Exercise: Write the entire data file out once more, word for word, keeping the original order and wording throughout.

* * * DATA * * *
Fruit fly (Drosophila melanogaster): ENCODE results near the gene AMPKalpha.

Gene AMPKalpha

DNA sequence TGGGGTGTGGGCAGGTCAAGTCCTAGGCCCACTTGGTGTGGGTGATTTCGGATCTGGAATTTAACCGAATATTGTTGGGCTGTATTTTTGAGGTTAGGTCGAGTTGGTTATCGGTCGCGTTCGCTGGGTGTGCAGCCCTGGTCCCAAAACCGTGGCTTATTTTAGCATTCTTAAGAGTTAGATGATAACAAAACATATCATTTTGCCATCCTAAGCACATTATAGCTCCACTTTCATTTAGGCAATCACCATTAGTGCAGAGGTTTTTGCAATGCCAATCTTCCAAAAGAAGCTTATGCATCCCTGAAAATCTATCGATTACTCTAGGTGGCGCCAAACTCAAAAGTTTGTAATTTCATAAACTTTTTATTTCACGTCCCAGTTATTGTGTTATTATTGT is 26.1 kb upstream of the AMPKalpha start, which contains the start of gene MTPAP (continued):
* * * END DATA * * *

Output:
Fruit fly (Drosophila melanogaster): ENCODE results near the gene AMPKalpha.

Gene AMPKalpha

DNA sequence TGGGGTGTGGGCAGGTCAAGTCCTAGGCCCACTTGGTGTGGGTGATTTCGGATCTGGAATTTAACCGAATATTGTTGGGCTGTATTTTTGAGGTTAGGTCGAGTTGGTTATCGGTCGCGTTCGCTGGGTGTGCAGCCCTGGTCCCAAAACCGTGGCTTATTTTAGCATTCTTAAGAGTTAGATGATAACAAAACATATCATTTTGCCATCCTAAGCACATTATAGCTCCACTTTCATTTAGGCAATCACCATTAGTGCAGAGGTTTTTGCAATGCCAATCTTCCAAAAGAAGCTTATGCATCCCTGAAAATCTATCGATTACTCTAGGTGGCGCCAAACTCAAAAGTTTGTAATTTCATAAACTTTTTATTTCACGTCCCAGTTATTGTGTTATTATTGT is 26.1 kb upstream of the AMPKalpha start, which contains the start of gene MTPAP (continued):